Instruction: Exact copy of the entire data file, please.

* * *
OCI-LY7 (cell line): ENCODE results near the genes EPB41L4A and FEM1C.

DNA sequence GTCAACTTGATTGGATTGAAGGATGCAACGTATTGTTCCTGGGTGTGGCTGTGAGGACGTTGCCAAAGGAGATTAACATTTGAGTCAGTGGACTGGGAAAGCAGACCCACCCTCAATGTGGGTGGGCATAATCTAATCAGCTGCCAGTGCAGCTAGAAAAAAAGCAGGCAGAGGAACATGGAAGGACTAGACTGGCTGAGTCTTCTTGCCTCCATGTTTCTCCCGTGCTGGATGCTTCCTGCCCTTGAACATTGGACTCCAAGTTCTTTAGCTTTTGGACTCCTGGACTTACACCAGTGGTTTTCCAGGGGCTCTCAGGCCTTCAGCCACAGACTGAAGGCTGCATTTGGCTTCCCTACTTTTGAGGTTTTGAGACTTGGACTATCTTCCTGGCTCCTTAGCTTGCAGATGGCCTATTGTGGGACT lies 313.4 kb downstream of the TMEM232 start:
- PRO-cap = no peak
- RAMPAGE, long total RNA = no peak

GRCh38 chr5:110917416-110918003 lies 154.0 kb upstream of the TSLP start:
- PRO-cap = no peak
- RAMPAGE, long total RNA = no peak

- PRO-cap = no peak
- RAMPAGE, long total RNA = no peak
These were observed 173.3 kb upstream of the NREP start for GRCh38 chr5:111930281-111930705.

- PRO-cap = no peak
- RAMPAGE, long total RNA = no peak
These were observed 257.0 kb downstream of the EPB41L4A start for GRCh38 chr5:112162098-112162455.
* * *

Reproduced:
OCI-LY7 (cell line): ENCODE results near the genes EPB41L4A and FEM1C.

DNA sequence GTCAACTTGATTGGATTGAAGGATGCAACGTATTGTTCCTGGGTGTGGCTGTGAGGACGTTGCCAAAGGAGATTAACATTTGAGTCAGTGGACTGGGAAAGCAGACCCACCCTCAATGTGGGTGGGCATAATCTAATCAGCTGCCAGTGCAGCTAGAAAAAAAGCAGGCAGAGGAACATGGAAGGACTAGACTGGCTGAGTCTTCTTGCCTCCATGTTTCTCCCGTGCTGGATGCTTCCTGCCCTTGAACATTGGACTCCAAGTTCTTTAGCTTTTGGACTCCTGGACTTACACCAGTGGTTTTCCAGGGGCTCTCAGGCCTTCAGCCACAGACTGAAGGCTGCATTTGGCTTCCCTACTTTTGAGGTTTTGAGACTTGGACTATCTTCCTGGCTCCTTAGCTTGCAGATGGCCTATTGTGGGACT lies 313.4 kb downstream of the TMEM232 start:
- PRO-cap = no peak
- RAMPAGE, long total RNA = no peak

GRCh38 chr5:110917416-110918003 lies 154.0 kb upstream of the TSLP start:
- PRO-cap = no peak
- RAMPAGE, long total RNA = no peak

- PRO-cap = no peak
- RAMPAGE, long total RNA = no peak
These were observed 173.3 kb upstream of the NREP start for GRCh38 chr5:111930281-111930705.

- PRO-cap = no peak
- RAMPAGE, long total RNA = no peak
These were observed 257.0 kb downstream of the EPB41L4A start for GRCh38 chr5:112162098-112162455.